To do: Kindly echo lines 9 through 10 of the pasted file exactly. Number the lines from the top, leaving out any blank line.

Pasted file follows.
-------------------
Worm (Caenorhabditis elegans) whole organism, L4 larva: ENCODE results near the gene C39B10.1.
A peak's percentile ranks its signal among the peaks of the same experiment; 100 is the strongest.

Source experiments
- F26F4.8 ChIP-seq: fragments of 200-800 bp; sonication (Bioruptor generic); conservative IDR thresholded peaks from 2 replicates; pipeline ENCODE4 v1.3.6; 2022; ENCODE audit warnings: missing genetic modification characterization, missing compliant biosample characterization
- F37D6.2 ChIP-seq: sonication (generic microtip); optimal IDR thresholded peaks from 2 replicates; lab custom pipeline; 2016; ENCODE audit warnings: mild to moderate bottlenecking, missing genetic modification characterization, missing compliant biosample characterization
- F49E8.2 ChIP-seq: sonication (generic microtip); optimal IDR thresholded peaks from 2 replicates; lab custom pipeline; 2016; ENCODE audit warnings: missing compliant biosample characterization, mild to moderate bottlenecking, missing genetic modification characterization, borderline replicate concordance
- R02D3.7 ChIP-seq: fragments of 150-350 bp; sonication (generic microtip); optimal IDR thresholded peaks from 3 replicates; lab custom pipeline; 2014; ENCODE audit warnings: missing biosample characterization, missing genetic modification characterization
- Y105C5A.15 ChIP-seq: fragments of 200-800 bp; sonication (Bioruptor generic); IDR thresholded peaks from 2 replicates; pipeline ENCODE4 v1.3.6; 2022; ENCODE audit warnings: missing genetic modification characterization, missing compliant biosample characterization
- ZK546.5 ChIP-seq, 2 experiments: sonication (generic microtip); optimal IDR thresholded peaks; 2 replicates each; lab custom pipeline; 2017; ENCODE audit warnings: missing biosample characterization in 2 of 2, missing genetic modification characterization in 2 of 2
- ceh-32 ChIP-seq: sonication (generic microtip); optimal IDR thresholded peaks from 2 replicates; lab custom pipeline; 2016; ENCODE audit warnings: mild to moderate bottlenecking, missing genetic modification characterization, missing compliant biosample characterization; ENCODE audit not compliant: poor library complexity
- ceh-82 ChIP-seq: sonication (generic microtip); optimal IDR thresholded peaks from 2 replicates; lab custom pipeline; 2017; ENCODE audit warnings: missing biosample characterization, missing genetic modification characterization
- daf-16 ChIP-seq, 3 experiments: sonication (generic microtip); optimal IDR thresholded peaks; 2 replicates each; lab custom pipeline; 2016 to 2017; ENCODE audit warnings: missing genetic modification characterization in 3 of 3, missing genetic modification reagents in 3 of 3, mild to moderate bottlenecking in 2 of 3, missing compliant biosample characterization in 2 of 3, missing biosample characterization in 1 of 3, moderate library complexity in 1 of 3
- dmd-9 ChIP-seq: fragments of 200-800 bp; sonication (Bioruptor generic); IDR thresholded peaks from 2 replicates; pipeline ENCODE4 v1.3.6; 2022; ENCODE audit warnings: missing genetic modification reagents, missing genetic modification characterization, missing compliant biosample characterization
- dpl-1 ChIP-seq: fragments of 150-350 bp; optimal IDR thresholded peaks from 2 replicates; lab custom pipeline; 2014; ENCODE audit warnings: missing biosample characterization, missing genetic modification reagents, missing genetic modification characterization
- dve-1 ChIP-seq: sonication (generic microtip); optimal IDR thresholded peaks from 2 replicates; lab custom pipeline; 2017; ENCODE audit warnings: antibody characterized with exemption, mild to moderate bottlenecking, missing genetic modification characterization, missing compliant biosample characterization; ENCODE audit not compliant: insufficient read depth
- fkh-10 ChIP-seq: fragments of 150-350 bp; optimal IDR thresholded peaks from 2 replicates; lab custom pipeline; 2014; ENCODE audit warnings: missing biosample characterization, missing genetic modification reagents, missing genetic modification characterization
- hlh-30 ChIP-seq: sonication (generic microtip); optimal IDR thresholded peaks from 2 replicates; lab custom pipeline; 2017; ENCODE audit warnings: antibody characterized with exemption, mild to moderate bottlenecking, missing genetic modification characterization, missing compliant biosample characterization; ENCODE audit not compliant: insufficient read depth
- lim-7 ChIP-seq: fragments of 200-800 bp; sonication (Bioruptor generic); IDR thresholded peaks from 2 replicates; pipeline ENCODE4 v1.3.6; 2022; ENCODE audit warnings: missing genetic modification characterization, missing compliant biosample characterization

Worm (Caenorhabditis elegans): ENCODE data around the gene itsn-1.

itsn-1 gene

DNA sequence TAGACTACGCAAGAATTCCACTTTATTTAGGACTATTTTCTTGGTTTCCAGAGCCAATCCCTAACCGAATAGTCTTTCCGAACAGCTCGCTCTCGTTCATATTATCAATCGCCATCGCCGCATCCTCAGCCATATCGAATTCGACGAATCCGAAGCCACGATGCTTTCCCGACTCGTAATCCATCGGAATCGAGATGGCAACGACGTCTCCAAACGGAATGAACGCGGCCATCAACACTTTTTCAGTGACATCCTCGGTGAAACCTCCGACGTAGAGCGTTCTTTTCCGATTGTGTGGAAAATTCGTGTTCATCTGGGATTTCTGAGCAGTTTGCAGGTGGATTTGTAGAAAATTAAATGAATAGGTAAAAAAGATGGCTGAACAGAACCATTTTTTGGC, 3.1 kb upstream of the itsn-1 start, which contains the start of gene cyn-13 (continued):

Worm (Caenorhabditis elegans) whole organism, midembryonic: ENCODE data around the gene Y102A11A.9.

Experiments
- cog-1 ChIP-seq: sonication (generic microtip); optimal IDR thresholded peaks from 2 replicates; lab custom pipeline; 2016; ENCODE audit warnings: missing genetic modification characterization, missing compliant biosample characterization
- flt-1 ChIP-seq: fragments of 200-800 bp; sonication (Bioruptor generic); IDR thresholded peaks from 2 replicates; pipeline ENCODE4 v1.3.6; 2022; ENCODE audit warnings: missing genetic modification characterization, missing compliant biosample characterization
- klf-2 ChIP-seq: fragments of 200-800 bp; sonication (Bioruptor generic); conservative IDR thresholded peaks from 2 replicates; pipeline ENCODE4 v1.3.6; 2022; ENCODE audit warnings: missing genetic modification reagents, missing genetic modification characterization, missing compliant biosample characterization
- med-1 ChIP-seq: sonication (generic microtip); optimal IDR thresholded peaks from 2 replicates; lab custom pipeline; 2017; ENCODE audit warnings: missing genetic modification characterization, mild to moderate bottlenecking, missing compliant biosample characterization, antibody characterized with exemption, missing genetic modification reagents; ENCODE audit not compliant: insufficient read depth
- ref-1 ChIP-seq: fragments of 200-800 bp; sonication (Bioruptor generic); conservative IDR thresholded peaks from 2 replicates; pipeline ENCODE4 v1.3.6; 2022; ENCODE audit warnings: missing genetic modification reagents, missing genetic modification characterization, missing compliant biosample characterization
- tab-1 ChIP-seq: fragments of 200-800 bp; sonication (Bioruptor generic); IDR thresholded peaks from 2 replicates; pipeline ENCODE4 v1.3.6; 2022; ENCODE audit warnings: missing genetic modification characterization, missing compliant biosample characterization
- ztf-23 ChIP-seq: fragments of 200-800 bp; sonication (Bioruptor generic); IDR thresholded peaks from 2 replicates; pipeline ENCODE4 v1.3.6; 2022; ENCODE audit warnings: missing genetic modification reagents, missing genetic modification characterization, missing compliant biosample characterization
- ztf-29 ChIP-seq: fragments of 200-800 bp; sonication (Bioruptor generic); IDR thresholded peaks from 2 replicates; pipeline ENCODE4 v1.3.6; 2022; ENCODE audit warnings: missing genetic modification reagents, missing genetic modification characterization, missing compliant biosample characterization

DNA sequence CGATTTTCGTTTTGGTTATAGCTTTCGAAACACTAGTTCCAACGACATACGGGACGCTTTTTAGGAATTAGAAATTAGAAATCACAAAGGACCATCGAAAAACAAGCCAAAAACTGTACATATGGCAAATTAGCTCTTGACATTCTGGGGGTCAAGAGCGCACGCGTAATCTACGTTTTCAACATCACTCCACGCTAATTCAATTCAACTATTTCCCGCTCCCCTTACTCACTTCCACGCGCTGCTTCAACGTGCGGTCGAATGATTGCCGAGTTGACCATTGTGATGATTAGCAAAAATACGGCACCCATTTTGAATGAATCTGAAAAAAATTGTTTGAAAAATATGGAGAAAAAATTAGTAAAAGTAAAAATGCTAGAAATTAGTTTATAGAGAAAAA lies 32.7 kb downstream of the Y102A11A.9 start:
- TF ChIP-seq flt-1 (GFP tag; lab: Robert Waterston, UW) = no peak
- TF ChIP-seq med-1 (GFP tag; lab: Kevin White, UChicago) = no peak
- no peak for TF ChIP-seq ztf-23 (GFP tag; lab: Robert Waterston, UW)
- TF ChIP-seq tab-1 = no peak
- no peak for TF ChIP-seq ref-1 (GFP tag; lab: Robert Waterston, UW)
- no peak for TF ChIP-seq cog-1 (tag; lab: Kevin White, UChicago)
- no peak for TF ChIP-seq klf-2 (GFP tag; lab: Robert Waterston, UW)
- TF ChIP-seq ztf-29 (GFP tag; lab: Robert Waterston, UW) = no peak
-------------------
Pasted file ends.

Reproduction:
- ZK546.5 ChIP-seq, 2 experiments: sonication (generic microtip); optimal IDR thresholded peaks; 2 replicates each; lab custom pipeline; 2017; ENCODE audit warnings: missing biosample characterization in 2 of 2, missing genetic modification characterization in 2 of 2
- ceh-32 ChIP-seq: sonication (generic microtip); optimal IDR thresholded peaks from 2 replicates; lab custom pipeline; 2016; ENCODE audit warnings: mild to moderate bottlenecking, missing genetic modification characterization, missing compliant biosample characterization; ENCODE audit not compliant: poor library complexity